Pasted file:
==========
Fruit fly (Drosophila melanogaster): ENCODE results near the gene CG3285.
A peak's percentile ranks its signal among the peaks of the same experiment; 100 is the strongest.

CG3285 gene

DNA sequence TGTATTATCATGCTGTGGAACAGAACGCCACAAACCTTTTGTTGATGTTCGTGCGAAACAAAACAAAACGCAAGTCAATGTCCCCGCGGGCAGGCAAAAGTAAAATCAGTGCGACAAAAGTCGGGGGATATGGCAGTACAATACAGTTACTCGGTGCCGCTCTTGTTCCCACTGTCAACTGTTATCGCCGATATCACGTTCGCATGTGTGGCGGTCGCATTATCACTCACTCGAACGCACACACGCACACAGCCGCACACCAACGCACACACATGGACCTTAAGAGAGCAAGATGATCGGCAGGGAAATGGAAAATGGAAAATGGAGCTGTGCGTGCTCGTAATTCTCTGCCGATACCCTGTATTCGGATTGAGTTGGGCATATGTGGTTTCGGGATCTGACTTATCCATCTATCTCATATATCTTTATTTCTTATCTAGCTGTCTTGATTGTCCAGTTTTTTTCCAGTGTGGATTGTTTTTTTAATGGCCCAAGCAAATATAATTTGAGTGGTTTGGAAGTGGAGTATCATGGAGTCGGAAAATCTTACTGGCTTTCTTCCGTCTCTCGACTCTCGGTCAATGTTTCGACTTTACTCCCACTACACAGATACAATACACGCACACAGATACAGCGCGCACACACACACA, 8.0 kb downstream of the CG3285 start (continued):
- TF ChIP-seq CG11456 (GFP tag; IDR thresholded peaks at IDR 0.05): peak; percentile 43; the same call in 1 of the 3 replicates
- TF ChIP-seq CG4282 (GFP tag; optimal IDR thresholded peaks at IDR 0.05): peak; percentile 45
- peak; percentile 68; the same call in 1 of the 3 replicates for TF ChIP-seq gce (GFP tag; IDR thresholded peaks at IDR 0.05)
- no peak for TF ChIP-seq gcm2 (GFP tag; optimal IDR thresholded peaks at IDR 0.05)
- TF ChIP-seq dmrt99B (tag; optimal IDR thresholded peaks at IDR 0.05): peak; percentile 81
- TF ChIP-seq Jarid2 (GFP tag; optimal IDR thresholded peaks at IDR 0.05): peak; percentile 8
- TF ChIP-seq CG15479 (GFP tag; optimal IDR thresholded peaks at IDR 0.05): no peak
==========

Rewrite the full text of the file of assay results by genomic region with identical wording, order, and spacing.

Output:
Fruit fly (Drosophila melanogaster): ENCODE results near the gene CG3285.
A peak's percentile ranks its signal among the peaks of the same experiment; 100 is the strongest.

CG3285 gene

DNA sequence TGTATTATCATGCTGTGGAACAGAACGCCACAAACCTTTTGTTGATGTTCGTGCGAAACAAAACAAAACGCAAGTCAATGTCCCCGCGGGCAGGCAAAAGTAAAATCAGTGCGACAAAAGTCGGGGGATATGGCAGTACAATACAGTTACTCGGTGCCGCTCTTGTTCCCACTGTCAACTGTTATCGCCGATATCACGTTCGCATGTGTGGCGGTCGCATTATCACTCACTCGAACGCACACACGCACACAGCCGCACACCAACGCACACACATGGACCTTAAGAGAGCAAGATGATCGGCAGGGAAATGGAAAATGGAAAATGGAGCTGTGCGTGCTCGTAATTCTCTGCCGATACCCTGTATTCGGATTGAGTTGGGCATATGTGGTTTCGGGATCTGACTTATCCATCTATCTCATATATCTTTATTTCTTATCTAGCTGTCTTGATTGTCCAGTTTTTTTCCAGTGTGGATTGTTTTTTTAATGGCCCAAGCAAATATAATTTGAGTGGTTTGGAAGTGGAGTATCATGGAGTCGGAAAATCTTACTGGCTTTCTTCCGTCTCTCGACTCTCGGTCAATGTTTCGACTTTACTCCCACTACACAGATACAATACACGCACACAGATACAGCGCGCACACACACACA, 8.0 kb downstream of the CG3285 start (continued):
- TF ChIP-seq CG11456 (GFP tag; IDR thresholded peaks at IDR 0.05): peak; percentile 43; the same call in 1 of the 3 replicates
- TF ChIP-seq CG4282 (GFP tag; optimal IDR thresholded peaks at IDR 0.05): peak; percentile 45
- peak; percentile 68; the same call in 1 of the 3 replicates for TF ChIP-seq gce (GFP tag; IDR thresholded peaks at IDR 0.05)
- no peak for TF ChIP-seq gcm2 (GFP tag; optimal IDR thresholded peaks at IDR 0.05)
- TF ChIP-seq dmrt99B (tag; optimal IDR thresholded peaks at IDR 0.05): peak; percentile 81
- TF ChIP-seq Jarid2 (GFP tag; optimal IDR thresholded peaks at IDR 0.05): peak; percentile 8
- TF ChIP-seq CG15479 (GFP tag; optimal IDR thresholded peaks at IDR 0.05): no peak